Theodora is also a queer woman, a fact she hides from her family until one genuinely hilarious incident with a bridesmaid at her younger sister Nellie’s wedding. There are layers to this as well: Theodora has a complicated relationship to sex and girlfriends, with an (understandable) suit of emotional armor as strong-and delicately tended to- as the gloves she wears whenever she’s out in the world. The metaphors operate on a few levels here: Theodora keeps the cards close to her chest, so to speak, she’s sexual but slow to allow people in. Her queerness can be read as a complication here, another factor that she keeps in the dark (like her power), another thing that makes her special or simply different from the rest of her family, despite all their shared secrets and psychic pain.
She spoke to me too.
When these two characters, in particular, are in focus, I feel for them. There’s an almost painful physical sensation of being there with them, because they’re so well-drawn and I’m so readily able to see myself in their shoes. I’m watching the show snuggled up with my dog, and when things get scary enough, I’m squeezing him (gently). One scene, at the end of episode three, had me clutching him tight, muttering “oh, this is going to hurt. This is going to really hurt!” at the TV.
Because this is a horror show, and vague terrors are made literal onscreen, we see and hear and know exactly what haunts Shirley and Theodora, and the rest of the family. The death of loved ones, of pets, the agony and frustration of illnesses and struggles that don’t just go away, these real-life elements are all mixed in with the terrifying visuals of ghosts and ghouls and other terrifying phenomena. They’re all experienced at the same volume, and the show’s editing is always on-point, drawing the parallels in ways that aren’t subtle, but they sure are effective. All of these things hurt, and all of them will change a person, mold them, for better or worse. The show knows this, and deals with this, in explicitly showing how events shaped its protagonists.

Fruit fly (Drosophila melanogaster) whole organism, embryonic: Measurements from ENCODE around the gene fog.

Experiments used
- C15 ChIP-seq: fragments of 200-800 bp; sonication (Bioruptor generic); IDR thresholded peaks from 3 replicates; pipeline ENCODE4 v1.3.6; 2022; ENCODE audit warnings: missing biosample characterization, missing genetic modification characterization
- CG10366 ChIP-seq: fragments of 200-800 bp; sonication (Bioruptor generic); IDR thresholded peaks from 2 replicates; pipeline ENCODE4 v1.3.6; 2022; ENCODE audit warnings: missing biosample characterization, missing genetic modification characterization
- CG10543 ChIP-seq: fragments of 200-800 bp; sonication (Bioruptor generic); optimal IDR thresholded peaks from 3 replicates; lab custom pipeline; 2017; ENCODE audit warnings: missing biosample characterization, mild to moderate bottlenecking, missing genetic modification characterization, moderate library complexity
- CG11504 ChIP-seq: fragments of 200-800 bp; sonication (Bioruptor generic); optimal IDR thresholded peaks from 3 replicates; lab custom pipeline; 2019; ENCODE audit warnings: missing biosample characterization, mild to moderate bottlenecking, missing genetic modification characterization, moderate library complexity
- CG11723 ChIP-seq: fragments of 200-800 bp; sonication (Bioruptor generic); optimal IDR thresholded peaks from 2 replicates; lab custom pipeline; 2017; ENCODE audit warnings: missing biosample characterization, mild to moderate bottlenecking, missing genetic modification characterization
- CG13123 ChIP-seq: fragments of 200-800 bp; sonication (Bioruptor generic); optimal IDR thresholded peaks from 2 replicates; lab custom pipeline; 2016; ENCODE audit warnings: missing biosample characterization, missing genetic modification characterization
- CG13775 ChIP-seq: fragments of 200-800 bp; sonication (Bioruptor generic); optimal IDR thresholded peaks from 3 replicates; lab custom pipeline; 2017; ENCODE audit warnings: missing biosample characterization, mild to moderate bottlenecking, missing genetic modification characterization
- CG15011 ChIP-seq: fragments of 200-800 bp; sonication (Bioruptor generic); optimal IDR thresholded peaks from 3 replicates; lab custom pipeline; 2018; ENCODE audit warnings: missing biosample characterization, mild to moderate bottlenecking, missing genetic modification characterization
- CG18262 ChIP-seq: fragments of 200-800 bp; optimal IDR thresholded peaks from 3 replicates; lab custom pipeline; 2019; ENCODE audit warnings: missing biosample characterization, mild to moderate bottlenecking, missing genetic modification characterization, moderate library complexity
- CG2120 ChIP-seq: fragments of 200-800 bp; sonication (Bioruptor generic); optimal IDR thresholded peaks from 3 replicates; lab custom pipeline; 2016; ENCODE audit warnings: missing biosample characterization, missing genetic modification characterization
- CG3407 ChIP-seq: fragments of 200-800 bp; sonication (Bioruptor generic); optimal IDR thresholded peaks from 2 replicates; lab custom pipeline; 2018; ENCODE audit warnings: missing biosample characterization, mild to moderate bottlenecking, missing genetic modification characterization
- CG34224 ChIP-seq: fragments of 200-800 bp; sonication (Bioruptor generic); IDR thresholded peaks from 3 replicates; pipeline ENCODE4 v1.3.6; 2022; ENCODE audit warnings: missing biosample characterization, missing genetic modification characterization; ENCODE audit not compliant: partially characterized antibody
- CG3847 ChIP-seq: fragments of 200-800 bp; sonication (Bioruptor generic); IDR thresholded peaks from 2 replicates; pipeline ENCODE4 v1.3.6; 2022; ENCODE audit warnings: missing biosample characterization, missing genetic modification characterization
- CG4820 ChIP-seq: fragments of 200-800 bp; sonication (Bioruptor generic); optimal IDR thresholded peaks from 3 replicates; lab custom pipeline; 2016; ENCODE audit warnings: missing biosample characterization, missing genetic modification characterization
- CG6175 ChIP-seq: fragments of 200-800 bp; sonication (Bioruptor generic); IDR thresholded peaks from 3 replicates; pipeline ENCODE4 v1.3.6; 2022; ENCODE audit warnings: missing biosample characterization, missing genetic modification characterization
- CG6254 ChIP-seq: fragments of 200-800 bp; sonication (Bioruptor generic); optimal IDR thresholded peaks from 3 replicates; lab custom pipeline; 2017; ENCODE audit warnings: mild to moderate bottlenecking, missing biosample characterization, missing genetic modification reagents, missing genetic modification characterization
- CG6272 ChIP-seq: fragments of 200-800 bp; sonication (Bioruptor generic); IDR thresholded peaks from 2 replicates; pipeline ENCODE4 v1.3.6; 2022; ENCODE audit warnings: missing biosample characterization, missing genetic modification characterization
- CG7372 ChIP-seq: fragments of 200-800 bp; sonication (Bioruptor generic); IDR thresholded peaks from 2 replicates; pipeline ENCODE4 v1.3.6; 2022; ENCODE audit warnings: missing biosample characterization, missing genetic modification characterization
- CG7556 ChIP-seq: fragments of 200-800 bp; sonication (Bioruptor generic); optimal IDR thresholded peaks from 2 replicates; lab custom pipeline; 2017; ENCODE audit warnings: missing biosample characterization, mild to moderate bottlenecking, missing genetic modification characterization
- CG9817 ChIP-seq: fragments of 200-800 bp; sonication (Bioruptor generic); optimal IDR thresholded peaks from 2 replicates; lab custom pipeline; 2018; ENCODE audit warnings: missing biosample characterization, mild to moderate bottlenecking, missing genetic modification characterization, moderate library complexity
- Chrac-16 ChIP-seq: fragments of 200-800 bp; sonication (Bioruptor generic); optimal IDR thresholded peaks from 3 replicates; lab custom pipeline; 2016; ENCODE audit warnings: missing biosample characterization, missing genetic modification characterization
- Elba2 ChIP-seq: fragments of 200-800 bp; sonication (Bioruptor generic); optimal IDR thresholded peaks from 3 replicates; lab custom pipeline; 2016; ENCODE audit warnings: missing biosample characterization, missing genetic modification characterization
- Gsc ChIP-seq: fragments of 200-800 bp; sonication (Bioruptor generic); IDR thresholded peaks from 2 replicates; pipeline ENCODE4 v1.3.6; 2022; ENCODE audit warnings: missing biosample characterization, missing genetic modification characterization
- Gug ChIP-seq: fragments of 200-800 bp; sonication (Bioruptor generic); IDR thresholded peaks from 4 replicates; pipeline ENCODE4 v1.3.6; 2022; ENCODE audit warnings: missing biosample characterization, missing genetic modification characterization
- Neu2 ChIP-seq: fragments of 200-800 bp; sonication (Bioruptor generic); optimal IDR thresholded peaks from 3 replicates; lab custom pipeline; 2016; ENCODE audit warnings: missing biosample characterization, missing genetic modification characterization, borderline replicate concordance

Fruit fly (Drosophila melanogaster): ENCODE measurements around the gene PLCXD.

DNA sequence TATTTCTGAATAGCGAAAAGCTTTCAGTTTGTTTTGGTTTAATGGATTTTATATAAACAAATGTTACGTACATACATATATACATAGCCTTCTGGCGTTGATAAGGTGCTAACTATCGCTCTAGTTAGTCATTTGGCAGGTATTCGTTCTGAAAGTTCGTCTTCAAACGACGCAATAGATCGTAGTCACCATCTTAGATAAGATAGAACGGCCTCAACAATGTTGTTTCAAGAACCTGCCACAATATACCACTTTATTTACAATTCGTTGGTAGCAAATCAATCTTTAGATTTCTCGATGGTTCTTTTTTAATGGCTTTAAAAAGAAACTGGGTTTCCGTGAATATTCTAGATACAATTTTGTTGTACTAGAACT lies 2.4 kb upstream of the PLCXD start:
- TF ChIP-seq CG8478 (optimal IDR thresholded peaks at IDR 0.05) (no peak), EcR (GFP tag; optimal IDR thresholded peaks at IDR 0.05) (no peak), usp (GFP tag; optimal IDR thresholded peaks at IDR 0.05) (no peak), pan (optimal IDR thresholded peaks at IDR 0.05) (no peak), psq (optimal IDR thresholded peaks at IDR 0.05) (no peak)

A big part of why I love horror so much is it’s core emotional honesty. Good horror gives the audience a chance to be honest (at least, for 90-120 minutes) about the fact that it is terrifying to be human, and mortal, and impotent in the face of the universe. To know that everyone dies, that every single person either gets sick or hurt or becomes old and frail. There’s no denying the existential horror that we’re all dimly aware of, but we don’t talk about that very often in polite society. In horror, We get to contend with those fears for a bit and often feel some kind of catharsis—even bleak horror stories have some kind of conclusion, even if it’s a very grim one. The movie ends. Sometimes, there are survivors. Either way, you, in the audience, are safe, for the moment. You got a small glimpse at the awful truth and you get to go home from the movie theater despite it.
It’s healthy, psychologically, to contend with deep-seated fears, and horror is a portion of how I (and so many others) do that.
The Haunting of Hill House knows this, at its core, and supports it so well due to that care and deft handling of these characters through writing, acting, and directing choices. These are people going through trauma, not walking stereotypes.
I still have a long ways to go—and Patrick tells me episodes four and five are real roller coasters to deal with—but I’m really eating up this series. It came out of nowhere, for me, but it’s doing everything I love about horror, and giving me so much to chew on above the genre tropes.